Closing the gender gap: a top priority for the Italian G7 Presidency
The International Women's Day offers a great opportunity to celebrate the social, economic, cultural and political achievement of women and girls worldwide. Yet, progress has slowed in many places around the world. This is why today must mark a call for action: we must accelerate gender equality and renew efforts to remove persistent social, cultural and economic barriers that still prevent the full participation of women and girls in public and private spheres.
Over the past few decades, women and girls everywhere have pushed the boundaries on educational attainment, political representation, and economic participation. Yet this progress has not been enough to close the gender gap. Regrettably, only about half of all women are in the labor force, compared with about four-fifths of all men, and we are still far from an “equal pay for equal work” society. In both developing and developed countries, women and girls carry out most of the unpaid care and domestic work, and they are more likely to have informal and precarious jobs; women and girls are more likely than men and boys to be excluded from education throughout their lives and their participation in public life remains uneven. This considerably weakens their ability to influence policy.
A major obstacle to women’s economic empowerment is violence. First and foremost, gender-based violence remains an unacceptable, dramatic and widespread violation of human rights. Economic autonomy can untie women from violent situations – which are often domestic – whereas economic dependence inevitably increases vulnerabilities. Globally, over half of all women experience violence in their lifetime. Women represent 55% of the victims of forced labor and 98% of the victims of sexual exploitation.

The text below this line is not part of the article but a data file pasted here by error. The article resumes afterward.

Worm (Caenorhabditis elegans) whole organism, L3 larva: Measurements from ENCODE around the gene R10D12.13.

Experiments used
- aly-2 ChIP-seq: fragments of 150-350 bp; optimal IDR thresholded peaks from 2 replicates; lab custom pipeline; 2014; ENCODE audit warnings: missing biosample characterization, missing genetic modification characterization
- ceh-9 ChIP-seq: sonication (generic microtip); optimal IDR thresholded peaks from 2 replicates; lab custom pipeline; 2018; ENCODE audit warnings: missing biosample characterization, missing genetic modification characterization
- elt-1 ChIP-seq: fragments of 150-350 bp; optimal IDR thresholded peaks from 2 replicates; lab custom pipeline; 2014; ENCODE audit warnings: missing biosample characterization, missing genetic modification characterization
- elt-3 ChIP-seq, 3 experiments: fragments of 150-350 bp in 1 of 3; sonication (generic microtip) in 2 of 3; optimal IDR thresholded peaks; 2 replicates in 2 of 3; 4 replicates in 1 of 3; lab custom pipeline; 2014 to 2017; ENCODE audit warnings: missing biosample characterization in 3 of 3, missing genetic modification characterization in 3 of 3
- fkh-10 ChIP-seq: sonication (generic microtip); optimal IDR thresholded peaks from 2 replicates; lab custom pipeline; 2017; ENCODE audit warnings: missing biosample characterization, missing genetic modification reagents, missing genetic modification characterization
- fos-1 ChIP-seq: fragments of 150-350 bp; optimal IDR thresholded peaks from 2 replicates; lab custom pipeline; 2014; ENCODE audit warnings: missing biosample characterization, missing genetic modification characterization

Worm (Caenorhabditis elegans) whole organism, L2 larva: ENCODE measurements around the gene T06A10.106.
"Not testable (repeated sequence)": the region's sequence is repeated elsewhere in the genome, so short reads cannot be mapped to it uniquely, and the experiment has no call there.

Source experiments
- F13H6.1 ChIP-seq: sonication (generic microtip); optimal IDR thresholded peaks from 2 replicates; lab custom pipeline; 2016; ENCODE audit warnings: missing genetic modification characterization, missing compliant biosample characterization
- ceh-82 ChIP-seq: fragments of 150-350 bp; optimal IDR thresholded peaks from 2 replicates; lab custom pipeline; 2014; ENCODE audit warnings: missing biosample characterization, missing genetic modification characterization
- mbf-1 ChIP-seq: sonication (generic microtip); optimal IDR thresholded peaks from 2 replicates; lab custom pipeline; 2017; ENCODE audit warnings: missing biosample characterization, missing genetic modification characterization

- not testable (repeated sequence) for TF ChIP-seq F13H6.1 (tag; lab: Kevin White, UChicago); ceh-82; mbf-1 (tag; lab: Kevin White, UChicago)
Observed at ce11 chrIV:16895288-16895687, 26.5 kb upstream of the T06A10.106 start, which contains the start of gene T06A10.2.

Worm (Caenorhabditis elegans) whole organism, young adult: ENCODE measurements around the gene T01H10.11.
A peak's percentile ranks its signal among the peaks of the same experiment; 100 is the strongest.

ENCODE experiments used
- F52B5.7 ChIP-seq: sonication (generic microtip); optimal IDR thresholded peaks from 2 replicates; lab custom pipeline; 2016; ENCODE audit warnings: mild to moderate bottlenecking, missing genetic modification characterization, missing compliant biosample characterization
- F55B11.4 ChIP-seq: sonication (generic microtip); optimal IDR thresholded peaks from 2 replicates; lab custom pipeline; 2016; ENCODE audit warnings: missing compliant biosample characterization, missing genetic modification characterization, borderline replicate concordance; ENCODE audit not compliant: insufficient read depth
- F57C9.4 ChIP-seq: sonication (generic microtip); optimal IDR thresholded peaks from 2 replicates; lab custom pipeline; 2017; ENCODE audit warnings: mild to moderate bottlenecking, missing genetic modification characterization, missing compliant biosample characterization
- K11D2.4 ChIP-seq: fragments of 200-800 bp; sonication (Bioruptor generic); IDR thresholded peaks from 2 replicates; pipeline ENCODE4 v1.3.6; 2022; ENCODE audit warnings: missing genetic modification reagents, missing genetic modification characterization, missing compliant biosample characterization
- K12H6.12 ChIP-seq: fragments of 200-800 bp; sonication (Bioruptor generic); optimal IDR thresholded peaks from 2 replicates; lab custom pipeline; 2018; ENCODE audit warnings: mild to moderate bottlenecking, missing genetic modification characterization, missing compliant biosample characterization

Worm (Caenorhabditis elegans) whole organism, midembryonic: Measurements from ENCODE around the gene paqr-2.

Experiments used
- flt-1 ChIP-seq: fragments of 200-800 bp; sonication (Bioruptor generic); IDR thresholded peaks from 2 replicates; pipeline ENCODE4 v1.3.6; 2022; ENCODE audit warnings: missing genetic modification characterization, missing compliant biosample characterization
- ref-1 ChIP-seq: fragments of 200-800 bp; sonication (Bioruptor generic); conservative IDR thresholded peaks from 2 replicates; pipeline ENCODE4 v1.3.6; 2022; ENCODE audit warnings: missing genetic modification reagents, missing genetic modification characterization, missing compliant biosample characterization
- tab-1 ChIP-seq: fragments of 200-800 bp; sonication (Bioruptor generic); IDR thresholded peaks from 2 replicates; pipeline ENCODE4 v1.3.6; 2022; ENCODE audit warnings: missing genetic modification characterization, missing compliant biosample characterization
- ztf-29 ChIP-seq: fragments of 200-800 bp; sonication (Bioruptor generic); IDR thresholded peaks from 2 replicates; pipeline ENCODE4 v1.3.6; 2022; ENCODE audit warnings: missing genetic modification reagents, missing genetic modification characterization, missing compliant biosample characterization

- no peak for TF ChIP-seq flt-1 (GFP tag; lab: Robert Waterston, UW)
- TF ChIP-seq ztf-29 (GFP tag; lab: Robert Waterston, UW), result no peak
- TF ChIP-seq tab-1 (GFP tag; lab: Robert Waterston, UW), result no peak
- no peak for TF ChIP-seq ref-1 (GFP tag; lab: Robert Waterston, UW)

The issue of gender equality has recently assumed increasing importance for the G7. In 2015, for the first time, the German Presidency prioritized women’s economic empowerment as one of the key issues on the G7 Agenda. It also added a gender lens to many other issue areas, including food security, post-conflict resolution and global health. Last year, the 2016 Japanese Presidency continued along this line, by reaffirming its support to women’s economic empowerment and by highlighting the importance of tackling gender inequalities as regards access to STEM.
Building on previous G7 work, the Italian Government has made a clear choice by listing gender equality as a top priority of this year’s G7 Presidency and intends to foster gender mainstreaming across its entire Agenda. Our focus is women's economic empowerment and independence. This is not only right but smart. We are committed to a gender-responsive implementation of the 2030 Agenda for Sustainable Development because it fosters smart, sustainable and inclusive economic growth, prosperity and competitiveness as well as the overall well-being of our societies. Women and girls count for more than half of the world population. As human capital remains the most important determinant of a country’s competitiveness or an organization’s performance, the healthy development and appropriate use of half of the world’s available talent pool is decisive in determining whether and how societies thrive.
If efforts to tackle this situation are not stepped up, the current megatrends of change – such as climate change, demographic trends, migration flows and the Next Production Revolution – will affect females disproportionately. We cannot afford to wait any longer; now is the time to accelerate development and reduce inequalities. Girls and women can become the greatest ally and a powerful agent of change for more sustainable, inclusive, integrated, equitable and climate-compatible economic development in their own communities and throughout society. Furthermore, men and boys must be involved from the start: no progress will be made in the creation of a new inclusive culture, one that revolves around respect and equality, without their engagement.